nachricht Cryo-electron microscopy achieves unprecedented resolution using new computational methods
24.03.2017 | DOE/Lawrence Berkeley National Laboratory

nachricht How cheetahs stay fit and healthy
24.03.2017 | Forschungsverbund Berlin e.V.

All articles from Life Sciences >>>

The most recent press releases about innovation >>>

Die letzten 5 Focus-News des innovations-reports im Überblick:

Im Focus: Giant Magnetic Fields in the Universe

Astronomers from Bonn and Tautenburg in Thuringia (Germany) used the 100-m radio telescope at Effelsberg to observe several galaxy clusters. At the edges of these large accumulations of dark matter, stellar systems (galaxies), hot gas, and charged particles, they found magnetic fields that are exceptionally ordered over distances of many million light years. This makes them the most extended magnetic fields in the universe known so far.

The results will be published on March 22 in the journal „Astronomy & Astrophysics“.

Galaxy clusters are the largest gravitationally bound structures in the universe. With a typical extent of about 10 million light years, i.e. 100 times the...

Im Focus: Tracing down linear ubiquitination

Researchers at the Goethe University Frankfurt, together with partners from the University of Tübingen in Germany and Queen Mary University as well as Francis Crick Institute from London (UK) have developed a novel technology to decipher the secret ubiquitin code.

Ubiquitin is a small protein that can be linked to other cellular proteins, thereby controlling and modulating their functions. The attachment occurs in many...

Im Focus: Perovskite edges can be tuned for optoelectronic performance

Layered 2D material improves efficiency for solar cells and LEDs

In the eternal search for next generation high-efficiency solar cells and LEDs, scientists at Los Alamos National Laboratory and their partners are creating...

Im Focus: Polymer-coated silicon nanosheets as alternative to graphene: A perfect team for nanoelectronics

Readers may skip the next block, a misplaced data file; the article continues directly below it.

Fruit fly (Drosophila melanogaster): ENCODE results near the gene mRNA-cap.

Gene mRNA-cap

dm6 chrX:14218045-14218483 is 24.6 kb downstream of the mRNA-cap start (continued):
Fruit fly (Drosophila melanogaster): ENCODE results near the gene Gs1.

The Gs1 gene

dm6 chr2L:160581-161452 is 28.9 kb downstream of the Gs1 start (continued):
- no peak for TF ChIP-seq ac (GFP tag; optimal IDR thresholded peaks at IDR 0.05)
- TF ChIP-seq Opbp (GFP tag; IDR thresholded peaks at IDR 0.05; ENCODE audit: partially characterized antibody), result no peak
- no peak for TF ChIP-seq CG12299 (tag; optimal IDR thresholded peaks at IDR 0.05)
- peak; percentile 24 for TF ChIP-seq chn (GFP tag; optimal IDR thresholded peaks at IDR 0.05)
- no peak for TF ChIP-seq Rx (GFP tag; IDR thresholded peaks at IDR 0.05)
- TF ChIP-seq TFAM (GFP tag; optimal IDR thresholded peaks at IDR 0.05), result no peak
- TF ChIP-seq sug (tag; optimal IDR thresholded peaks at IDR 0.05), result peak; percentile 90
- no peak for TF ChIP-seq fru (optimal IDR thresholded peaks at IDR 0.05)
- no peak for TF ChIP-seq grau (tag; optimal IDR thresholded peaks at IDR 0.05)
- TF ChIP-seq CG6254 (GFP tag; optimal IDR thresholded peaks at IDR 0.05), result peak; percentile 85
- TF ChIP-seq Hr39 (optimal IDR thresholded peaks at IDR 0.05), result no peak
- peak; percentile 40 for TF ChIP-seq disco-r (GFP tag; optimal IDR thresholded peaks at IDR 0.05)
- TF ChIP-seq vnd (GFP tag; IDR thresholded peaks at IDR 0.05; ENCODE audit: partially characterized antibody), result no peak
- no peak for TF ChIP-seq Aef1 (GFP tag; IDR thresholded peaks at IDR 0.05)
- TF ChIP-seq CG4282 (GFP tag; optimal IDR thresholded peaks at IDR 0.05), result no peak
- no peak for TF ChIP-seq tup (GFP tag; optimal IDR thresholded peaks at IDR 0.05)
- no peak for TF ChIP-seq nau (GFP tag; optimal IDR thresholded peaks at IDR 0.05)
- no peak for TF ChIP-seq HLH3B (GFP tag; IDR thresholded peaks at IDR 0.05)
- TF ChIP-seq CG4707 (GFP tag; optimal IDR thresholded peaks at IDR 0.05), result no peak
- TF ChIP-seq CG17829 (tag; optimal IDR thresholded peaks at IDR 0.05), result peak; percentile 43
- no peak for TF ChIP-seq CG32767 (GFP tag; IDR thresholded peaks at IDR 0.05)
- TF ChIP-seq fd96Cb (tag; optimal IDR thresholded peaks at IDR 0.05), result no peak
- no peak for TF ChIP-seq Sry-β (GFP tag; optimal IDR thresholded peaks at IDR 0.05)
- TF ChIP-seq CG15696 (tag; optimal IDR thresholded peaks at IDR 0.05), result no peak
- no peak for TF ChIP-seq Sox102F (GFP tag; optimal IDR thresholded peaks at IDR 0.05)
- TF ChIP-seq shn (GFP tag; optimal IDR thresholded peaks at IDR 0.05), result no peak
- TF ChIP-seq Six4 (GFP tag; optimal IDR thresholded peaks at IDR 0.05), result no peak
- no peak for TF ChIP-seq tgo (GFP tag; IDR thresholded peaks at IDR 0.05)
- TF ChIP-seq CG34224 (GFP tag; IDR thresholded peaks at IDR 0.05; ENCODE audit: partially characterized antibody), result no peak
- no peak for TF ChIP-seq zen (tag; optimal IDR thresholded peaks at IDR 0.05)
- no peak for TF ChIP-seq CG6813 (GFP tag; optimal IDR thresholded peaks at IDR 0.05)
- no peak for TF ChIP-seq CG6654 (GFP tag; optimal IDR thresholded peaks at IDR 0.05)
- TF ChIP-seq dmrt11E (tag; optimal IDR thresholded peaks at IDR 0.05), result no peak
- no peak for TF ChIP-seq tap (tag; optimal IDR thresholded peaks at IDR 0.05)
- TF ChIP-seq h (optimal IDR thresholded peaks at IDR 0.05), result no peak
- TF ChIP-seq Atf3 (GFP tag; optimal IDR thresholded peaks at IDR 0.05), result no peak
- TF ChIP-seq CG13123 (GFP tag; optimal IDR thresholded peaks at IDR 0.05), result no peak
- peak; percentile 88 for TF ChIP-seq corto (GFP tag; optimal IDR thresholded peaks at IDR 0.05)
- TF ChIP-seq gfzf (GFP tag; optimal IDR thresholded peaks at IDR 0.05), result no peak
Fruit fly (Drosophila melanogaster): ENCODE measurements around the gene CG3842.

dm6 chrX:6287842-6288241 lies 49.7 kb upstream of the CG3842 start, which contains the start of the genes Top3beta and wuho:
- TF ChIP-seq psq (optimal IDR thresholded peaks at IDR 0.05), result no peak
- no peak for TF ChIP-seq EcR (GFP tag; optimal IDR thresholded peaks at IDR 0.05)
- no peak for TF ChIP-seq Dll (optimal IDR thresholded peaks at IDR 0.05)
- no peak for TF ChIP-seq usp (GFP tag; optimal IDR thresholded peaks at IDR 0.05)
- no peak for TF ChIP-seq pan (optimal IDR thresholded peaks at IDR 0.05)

Silicon nanosheets are thin, two-dimensional layers with exceptional optoelectronic properties very similar to those of graphene. Albeit, the nanosheets are less stable. Now researchers at the Technical University of Munich (TUM) have, for the first time ever, produced a composite material combining silicon nanosheets and a polymer that is both UV-resistant and easy to process. This brings the scientists a significant step closer to industrial applications like flexible displays and photosensors.

Silicon nanosheets are thin, two-dimensional layers with exceptional optoelectronic properties very similar to those of graphene. Albeit, the nanosheets are...

Im Focus: Researchers Imitate Molecular Crowding in Cells

Enzymes behave differently in a test tube compared with the molecular scrum of a living cell. Chemists from the University of Basel have now been able to simulate these confined natural conditions in artificial vesicles for the first time. As reported in the academic journal Small, the results are offering better insight into the development of nanoreactors and artificial organelles.

Enzymes behave differently in a test tube compared with the molecular scrum of a living cell. Chemists from the University of Basel have now been able to...

All Focus news of the innovation-report >>>

Anzeige

Anzeige

Event News

International Land Use Symposium ILUS 2017: Call for Abstracts and Registration open

20.03.2017 | Event News

CONNECT 2017: International congress on connective tissue

14.03.2017 | Event News

ICTM Conference: Turbine Construction between Big Data and Additive Manufacturing

07.03.2017 | Event News

 
Latest News

Argon is not the 'dope' for metallic hydrogen

24.03.2017 | Materials Sciences

Astronomers find unexpected, dust-obscured star formation in distant galaxy

24.03.2017 | Physics and Astronomy

Gravitational wave kicks monster black hole out of galactic core

24.03.2017 | Physics and Astronomy

VideoLinks
B2B-VideoLinks
More VideoLinks >>>